Q&A: Why Is My Clivia Plant Starting to Yellow?

clivia plant
Q: Many years ago, I purchased a Kaffir Lily (Clivia miniata) at the Philadelphia Flower Show and it has special meaning to me. Recently, the bottom leaves are turning yellow. What is causing this and what should I do? Also, sometimes it does not bloom well. Is it true that they need a rest period?

Answer: It is normal for the older leaves to turn yellow and eventually shrivel as the plant ages. Prune off the affected leaves. The rest of the leaves should be green, strappy, and healthy. Yellowing of younger leaves can indicate overwatering: a more-serious symptom. The potting mixture should dry out slightly between waterings when it is actively growing and completely dry out during the rest period.

Clivias do need a dormant period to help with blooming. Starting in late fall or early winter, withhold water and fertilizer and move the plant to a cooler area where temperatures are in the 40–50° F range. Keep it there for about 6–8 weeks, then move it back to a sunny location and begin to water again. You will soon see some
new growth and a flower stalk. At this point, begin to fertilize it every two weeks with a water-soluble houseplant fertilizer at half-strength. They bloom best when pot bound. Repot your Clivia every three to five years in the spring, after the flowers fade, when necessary.

Visit the Home & Garden Information Center website for more information about houseplant care.

By Debra Ricigliano, Lead Horticulturalist, University of Maryland Extension Home and Garden Information Center. This article was published originally in the December 2019 issue of Washington Gardener magazine. Read more posts by Debra.

Have a plant or insect question? University of Maryland Extension’s experts have answers! Send your questions and photos to Ask an Expert.

What’s Eating My Tree? Bagworms or Webworms?

Have you noticed the large webbed sacs in the trees along the sides of the road lately? They do prompt questions to the Home & Garden Information Center’s Ask an Expert service. Often they are referred to as bagworms which causes some confusion because bagworms are a different insect.

So what are webworms and bagworms? Will they cause damage to trees? Let’s take a look at them both.

fall webworms
Fall Webworms. Photo: Kelly Oten, North Carolina Forest Service, Bugwood.org

Fall webworm (Hyphantria cunea)

Fall webworms show up every year but their populations can vary in size. Often they are insignificant in number and not too noticeable, but every so often there is a large population. The sacs can be numerous and quite large, leading one to assume they will devour an entire tree’s worth of leaves.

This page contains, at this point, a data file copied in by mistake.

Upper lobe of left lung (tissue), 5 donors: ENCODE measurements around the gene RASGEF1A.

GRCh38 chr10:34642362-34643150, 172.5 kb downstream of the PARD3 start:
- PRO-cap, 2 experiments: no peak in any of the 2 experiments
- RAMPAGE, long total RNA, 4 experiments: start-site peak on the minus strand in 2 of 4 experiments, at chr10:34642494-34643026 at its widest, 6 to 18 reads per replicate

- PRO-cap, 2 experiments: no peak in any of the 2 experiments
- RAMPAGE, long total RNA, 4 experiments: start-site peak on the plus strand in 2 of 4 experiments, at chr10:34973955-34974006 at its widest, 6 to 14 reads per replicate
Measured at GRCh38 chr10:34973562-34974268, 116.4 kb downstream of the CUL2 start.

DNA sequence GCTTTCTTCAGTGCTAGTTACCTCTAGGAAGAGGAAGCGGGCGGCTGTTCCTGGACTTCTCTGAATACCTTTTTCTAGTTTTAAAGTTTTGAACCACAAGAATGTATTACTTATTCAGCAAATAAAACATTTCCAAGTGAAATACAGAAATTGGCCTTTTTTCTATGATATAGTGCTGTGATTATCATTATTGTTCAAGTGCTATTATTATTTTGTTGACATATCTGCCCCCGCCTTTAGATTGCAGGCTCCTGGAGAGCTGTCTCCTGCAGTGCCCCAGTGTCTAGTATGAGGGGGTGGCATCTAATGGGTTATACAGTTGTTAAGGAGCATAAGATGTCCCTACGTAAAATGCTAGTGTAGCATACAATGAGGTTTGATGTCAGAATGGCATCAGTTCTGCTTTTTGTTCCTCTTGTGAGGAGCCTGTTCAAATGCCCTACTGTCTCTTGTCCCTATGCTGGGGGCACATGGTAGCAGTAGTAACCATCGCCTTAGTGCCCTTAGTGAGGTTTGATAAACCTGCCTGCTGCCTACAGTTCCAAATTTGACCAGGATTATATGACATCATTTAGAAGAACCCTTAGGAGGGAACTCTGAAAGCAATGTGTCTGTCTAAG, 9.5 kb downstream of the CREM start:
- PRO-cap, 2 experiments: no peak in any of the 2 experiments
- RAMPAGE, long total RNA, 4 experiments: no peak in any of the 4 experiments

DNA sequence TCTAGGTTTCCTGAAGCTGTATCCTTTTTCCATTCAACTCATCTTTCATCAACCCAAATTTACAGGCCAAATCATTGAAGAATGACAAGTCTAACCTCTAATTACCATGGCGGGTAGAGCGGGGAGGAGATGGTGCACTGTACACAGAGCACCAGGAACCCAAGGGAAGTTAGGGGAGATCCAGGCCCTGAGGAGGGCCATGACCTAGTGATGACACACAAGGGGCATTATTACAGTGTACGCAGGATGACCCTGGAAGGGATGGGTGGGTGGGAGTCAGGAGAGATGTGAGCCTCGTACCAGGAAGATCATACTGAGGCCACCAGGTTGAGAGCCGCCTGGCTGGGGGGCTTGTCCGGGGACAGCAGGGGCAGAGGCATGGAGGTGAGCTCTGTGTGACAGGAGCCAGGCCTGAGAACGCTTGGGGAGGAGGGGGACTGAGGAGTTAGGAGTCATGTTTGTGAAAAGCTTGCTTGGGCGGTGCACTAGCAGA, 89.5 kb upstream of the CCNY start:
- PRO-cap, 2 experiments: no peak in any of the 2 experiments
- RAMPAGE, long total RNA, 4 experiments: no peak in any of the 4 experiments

fall webworm
Fall webworm (Hyphantria cunea). Photo: Milan Zubrik, Forest Research Institute – Slovakia, Bugwood.org

But, thankfully, beneficial insects such as parasitoids and predators such as birds, who love to eat the caterpillars, keep populations in check and spraying is not necessary. Granted, the webs are not pleasing to look at. If they are within reach they can be pruned out and destroyed.

Fall webworm facts

  • There are two generations each year. One is active in May and the second larger population is active starting in late summer into the fall. However, the sacs can be noticeable in the trees all winter.
  • They feed on over 100 species of trees. Preferred hosts include walnut, oak, hickory, willow, apple, and other fruit trees.
  • The adult is a ¾ inch-long moth, white or white with black spots.
  • After eggs hatch on a host tree, the caterpillars produce a fine web over the ends of branches. They feed only within the web.
  • Mature caterpillars are about an inch long with noticeable long, silky hairs. They come in two colors, the ones with black heads are yellowish-white and the red-headed ones are brown.

Refer to our webpage about fall webworm

Bagworms (Thyridopteryx ephemeraeformis)

By far bagworms are the more destructive of these two insects and need to be managed. They have voracious appetites and devour the needles of evergreens– particularly arborvitaes, junipers, Leyland cypresses, and cedars. We hear the cries of desperate residents wanting to know if the dead areas on their trees will regrow. Unfortunately, that answer is no.

Bagworm facts

  • There is one generation per season.
  • In addition to conifers, they will feed on deciduous trees (ones that shed their leaves in the fall) such as sycamore, maple, locust, boxelder, and linden, but the damage is not as significant.
  • Eggs hatch in late May or early June. Caterpillars feed and create bags made from pieces of the plant they are feeding on. The bags enlarge as the caterpillars feed during the summer.
  • The caterpillars pupate in late summer. Adult male moths emerge and fly to female bags that contain wingless female moths, then mating occurs. Females can lay 200-1,000 eggs which overwinter in the female bag.
    Bagworm damage
    Bagworm damage on Arborvitae. The brown portion will not recover. Photo: University of Maryland Extension

    bagworm
    Evergreen bagworm. Photo: Eric R. Day, Virginia Polytechnic Institute and State University, Bugwood.org